HP customers, employees and analysts weigh in on Michael Capellas' departure from the company.
Michael Capellas played a central role in guiding the merger
of Hewlett-Packard Co. and Compaq Computer Corp. from concept to fruition, particularly during the rough proxy battle before the deal closed and the ongoing integration of the two companies afterward.
However, to what degree his decision to leave will impact HP is unclear, according to customers, employees and analysts.
HP on Monday announced that Capellas, the former chairman and CEO of Compaq who has served as HPs president since the $18.5 billion deal was completed in May, is stepping down to "pursue other career opportunities." He will stay with HP until Dec. 1, although that could change if he takes a job with another company before then, said HP spokeswoman Rebecca Robboy.
Those opportunities reportedly are focused on WorldCom Inc.
, where he is said to be among the top candidates to become the chief executive of the embattled telecom giant. Officials at WorldCom declined to comment on their search to replace John Sidgmore as CEO of the bankrupt company. WorldCom is struggling with a $9 billion accounting scandal and an investigation by the federal Securities and Exchange Commission.
"It was a surprise, but it wasnt a surprise," Dan Mahoney, an analyst with Giga Information Group Inc., in Santa Clara, Calif., said of Capellas decision. Like others who follow HP, Mahoney said he expected Capellas would leave the Palo Alto, Calif., company eventually but was taken aback at how soon.
"I didnt get the impression he was on his way out or was looking somewhere else," he said. "He probably has an opportunity for a CEO job somewhere else."
However, his departure will have little impact on HP, Mahoney said.
The company will not replace Capellas, and the heads of the business units who once reported to him will now report directly to Chairman and CEO Carly Fiorina. But Capellas and others within the company have done a good job merging HP and Compaq into a solid unit, Mahoney said.
"If it was Michaels plan nine months ago to work his way out of a job by building up a strong organization, he succeeded," Mahoney said.
"The timing is such that the bulk of the integration of both companies is complete," said Mike Haines, an analyst with Gartner Inc., in Omaha Neb. "Im sure a lot of people in the market realized at some point they didnt need two CEOs. Now it seems to me like the organization is settling in. We knew Carly would be the head honcho."
However, some worried that Fiorina was taking on too much by having the business unit executives report to her. The risk, according to Martin Reynolds, a Gartner analyst in San Jose, Calif., is that it will be more difficult to keep the four business units aligned without Capellas there as the focal point.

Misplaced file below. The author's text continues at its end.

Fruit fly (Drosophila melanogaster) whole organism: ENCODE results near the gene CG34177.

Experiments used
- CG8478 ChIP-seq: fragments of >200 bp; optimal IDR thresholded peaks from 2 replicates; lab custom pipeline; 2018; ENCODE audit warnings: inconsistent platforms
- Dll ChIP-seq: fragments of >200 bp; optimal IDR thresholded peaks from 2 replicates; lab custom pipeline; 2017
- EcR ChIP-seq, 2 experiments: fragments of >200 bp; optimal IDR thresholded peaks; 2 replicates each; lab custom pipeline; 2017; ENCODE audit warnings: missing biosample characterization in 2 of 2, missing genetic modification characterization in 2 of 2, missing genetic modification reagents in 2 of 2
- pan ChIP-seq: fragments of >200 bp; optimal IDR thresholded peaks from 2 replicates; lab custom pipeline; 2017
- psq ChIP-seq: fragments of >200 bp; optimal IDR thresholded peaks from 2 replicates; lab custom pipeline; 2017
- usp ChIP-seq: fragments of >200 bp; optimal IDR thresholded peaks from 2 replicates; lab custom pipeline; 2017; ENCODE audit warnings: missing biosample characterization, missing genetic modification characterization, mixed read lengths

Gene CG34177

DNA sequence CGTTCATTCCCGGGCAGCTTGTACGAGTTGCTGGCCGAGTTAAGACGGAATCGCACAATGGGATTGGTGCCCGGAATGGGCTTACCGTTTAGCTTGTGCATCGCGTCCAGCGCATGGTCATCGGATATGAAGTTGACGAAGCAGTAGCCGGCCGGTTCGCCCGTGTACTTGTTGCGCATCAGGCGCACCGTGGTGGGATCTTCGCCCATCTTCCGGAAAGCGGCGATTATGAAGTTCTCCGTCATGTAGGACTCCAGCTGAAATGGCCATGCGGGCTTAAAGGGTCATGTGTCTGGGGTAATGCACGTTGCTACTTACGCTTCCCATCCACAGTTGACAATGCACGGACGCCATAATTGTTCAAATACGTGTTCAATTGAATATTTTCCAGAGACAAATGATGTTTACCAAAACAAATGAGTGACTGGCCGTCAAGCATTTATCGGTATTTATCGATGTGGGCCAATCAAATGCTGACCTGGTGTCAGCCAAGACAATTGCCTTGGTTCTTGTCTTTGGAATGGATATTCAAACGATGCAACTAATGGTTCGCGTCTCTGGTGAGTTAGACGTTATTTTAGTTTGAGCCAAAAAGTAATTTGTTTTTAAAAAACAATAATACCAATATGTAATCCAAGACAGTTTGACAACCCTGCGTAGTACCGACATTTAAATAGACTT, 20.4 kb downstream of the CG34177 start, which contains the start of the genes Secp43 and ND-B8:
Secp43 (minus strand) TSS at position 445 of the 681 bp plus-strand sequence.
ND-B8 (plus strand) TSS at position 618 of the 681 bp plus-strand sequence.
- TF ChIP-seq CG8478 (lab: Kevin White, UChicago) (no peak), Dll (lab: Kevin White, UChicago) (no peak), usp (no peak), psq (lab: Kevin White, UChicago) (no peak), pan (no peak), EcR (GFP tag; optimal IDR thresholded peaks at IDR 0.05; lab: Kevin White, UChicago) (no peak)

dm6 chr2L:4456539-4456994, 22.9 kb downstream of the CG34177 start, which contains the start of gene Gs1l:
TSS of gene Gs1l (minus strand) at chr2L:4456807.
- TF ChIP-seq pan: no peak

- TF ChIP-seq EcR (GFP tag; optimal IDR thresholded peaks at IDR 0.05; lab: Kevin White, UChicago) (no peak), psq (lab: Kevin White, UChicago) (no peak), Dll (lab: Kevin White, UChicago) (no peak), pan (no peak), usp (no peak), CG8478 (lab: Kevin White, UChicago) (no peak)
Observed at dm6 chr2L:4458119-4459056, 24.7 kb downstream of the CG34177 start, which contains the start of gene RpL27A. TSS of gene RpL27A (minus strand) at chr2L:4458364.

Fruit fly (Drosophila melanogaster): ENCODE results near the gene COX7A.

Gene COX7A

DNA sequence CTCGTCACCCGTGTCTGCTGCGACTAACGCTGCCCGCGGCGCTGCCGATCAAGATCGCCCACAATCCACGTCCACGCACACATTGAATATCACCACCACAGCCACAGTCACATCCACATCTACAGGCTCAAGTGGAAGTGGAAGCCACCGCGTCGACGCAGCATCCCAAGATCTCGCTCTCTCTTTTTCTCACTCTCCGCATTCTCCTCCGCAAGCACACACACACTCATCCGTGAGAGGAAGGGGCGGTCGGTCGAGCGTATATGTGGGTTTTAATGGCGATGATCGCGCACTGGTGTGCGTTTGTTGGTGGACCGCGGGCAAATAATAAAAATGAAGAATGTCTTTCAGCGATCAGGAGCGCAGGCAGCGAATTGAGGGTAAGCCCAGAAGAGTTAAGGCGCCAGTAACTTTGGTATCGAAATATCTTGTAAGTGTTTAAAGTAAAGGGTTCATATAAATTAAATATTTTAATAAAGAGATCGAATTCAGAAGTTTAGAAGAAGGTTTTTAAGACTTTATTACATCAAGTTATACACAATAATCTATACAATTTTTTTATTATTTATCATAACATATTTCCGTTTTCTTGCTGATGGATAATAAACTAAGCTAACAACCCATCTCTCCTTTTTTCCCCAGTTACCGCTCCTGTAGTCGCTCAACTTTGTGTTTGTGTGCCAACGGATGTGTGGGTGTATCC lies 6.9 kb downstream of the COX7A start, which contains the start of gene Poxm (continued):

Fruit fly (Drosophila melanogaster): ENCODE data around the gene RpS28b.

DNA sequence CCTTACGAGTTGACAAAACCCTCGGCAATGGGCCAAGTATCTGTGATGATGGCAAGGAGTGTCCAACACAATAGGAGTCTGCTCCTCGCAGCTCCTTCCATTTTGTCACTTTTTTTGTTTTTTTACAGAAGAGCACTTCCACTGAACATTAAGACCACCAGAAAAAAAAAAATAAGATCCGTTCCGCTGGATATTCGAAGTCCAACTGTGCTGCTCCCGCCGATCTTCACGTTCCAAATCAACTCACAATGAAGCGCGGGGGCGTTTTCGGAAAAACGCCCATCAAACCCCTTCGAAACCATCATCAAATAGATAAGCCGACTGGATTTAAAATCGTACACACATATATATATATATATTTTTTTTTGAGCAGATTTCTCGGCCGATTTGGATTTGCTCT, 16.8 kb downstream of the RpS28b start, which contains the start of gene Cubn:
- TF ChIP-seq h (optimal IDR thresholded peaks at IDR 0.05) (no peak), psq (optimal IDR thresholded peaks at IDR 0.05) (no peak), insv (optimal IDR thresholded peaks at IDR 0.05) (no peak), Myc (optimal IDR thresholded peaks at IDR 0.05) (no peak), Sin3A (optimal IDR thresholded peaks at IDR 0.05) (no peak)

But the same worries have not trickled down to employees or customers, who doubt Capellas departure will have much impact on them.
"I tend not to follow executive moves in general," said Jorge Abellas-Martin, chief information officer at Arnold Communications Worldwide, a Boston advertising agency that uses HP products, primarily printers. "A lot of it is immaterial. I dont think it matters a lot beyond the person at the very top."
"I dont see that its going to have too much of an impact. HP seems to have made a strong commitment to the OpenView [enterprise management] platform," said OpenView user Paul Edmunds, senior network analyst at Duke Energy Corp., in Charlotte, N.C.
Mahoney, the Giga analyst, said that the heads of the business units
have been the key HP contact for customers, and that isnt changing.
"For example, enterprise customers had more interaction with Peter Blackmore [vice president of the Enterprise Systems Group] than with Michael," Mahoney said.
Capellas departure was something that many inside HP expected.
"Everyone thought it was something that would probably happen in the future, but a lot of people are surprised and sad because he was the voice of us," said one employee who had worked under Capellas at Compaq for several years before the merger. "He had been in the ranks with all of us. There are a lot of folks from the HP side who seem sad to see him go, too, so its not like an us-versus-them thing."
However, she added that the employees from the Compaq side of the company still feel represented.
"Weve got two good execs from the Compaq side in Blackmore and [Mike] Winkler [executive vice president, HP Worldwide Operations]."
HP spokeswoman Robboy said Fiorina and others also expected Capellas to move on, and they support him in his decision.
"Hes been a CEO before, and youd expect him to want to be a CEO again," Robboy said. "He went beyond the call by staying on for so long in the transition."
Paula Musich and Carmen Nobel contributed to this article.